Sharing your location with the Alexa app on your phone supercharges Alexa Hunches, adding your physical whereabouts to Alexa’s list of available data points. Another power-up is to turn on Automatic Actions, which grants Alexa permission to act on Hunches without having to consult with you first. With Hunches and Automatic Actions enabled, Alexa can adjust all sorts of smart home gadgets, including smart lights, smart locks and — you guessed it — the Amazon Smart Thermostat, all in the background.
If that sounds a little too hands-off to you, just remember that if Alexa doesn’t get it just right, you can always adjust things back the way you want them and Alexa will learn from the interaction and (try to) do better next time.
The perfect temperature with minimal hassle
I live in Kentucky, where the Midwest intersects with Appalachia, so early spring usually means a handful of warm-to-hot days peppering stretches of abysmal cold. Honestly, the whole year can be almost as unpredictable, so I usually keep my thermostat set to a temperature range that triggers heat if it gets too cold and cooling if it gets too hot — which is the trickiest mode for a smart thermostat to get right.
In the four years I spent with a Nest, I had to turn off the heat in the summertime or cancel cooling in the winter at least a few dozen times. Not once, however, during the six or so weeks I spent with the Amazon Smart Thermostat did I have to make such an adjustment.
This was due to Amazon’s default setting — which heats up to 68 degrees and cools down to 75 degrees — and which sets a wider spread than I had on my Nest (68 and 72 degrees, respectively). But here’s the thing — I set my Nest at those temperatures because I constantly felt hot when cooling was set anywhere above 72 degrees. Yet, go figure, I was comfortable all day when the Amazon Smart Thermostat was set to cool to 75 degrees.
In fact, after the initial set-up, I only adjusted the temperature a handful of times. About four or five times in the first two weeks of having the device installed, I turned the AC down to 68 degrees at around 9 p.m. From then on, however, whenever I headed upstairs for bed, my bedroom was the perfect temperature.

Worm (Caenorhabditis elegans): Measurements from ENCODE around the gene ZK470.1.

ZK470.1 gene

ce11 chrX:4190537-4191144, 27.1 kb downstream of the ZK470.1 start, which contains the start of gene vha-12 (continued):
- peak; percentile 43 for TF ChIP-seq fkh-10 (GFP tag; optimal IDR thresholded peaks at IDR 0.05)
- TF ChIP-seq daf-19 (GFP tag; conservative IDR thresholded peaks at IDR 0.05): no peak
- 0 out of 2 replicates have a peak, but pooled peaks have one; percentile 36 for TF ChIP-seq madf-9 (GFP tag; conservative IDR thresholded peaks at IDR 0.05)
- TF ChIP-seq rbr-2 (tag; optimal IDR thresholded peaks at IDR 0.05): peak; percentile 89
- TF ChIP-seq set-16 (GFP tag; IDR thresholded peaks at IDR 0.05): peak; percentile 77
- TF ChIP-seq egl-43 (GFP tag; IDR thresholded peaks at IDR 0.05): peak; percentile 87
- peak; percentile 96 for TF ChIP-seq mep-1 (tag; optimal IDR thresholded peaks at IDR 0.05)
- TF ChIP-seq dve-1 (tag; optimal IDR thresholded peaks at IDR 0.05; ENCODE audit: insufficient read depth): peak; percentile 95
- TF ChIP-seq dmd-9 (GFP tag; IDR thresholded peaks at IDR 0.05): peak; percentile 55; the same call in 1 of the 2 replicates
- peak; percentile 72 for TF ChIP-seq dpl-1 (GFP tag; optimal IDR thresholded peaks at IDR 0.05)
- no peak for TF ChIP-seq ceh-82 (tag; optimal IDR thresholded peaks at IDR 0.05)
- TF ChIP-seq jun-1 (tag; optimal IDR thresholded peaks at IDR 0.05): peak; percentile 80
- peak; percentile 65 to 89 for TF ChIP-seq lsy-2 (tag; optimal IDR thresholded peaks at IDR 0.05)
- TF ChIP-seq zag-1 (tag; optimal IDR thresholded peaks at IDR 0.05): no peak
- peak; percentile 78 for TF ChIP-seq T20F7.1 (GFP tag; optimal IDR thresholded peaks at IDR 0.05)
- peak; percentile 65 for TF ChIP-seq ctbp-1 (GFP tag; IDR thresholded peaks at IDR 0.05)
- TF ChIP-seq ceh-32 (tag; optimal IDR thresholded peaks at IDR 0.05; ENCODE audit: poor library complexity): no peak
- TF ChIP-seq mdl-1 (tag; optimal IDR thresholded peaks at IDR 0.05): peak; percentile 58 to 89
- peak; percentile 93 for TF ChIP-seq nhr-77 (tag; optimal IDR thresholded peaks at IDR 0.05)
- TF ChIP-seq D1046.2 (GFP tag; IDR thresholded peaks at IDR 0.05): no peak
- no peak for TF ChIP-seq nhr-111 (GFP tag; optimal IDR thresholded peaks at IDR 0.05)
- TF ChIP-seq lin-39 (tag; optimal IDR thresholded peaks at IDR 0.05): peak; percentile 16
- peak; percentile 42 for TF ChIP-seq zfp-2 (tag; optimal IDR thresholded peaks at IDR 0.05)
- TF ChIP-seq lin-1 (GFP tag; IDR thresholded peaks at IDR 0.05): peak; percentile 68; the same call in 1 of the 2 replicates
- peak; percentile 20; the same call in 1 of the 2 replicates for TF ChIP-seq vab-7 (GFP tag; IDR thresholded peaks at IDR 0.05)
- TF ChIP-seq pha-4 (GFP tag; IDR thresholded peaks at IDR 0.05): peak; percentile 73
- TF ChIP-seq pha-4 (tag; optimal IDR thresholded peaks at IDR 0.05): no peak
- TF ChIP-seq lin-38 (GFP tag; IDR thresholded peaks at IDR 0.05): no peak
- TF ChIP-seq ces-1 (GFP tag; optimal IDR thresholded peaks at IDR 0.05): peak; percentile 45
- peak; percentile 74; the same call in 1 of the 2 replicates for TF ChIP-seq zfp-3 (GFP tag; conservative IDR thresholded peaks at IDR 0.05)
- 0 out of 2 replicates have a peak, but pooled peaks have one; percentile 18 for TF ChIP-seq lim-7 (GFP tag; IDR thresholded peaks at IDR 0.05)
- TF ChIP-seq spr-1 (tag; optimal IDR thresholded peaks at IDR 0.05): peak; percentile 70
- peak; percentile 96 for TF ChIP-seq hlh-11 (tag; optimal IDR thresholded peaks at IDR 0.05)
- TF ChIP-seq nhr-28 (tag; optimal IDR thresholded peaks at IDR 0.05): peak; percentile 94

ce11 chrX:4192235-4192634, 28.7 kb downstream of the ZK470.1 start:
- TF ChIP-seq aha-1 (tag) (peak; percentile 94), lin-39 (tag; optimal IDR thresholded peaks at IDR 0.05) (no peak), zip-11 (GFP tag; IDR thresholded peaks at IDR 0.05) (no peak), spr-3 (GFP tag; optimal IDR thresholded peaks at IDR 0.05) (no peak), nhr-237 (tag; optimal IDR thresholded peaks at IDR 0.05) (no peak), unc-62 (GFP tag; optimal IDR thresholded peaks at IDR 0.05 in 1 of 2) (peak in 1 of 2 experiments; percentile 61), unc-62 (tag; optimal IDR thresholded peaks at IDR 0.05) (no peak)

This is exactly the kind of thing that makes a smart device feel magical, and the number-one reason the Nest isn’t going back up on my wall. After three or four weeks of using the Amazon Smart Thermostat, I never had to adjust it again.
It’s too soon to tell whether the Amazon Smart Thermostat saved me any money on my utility bill in the last month, but I suspect it will in the long run it will.
The only real drawback to the Amazon Smart Thermostat is its sole compatibility with Alexa, but that only matters if you don’t already or aren’t willing to use Amazon’s digital voice assistant. Otherwise, sure, the Nest may look a lot nicer, but I’ll trade nice form for better function any day of the week.
Besides, the Amazon Smart Thermostat’s form actually emulates its function — the physical device fades into the surrounding decor just like the device’s controls recede from your awareness as it learns to anticipate your heating and cooling needs.
If you’re looking for the best smart thermostat that can learn your habits and automate your HVAC controls, there are really only two options: the Amazon Smart Thermostat, for $60, and the Nest for $250. As long as you don’t mind Alexa, the decision is practically a no-brainer.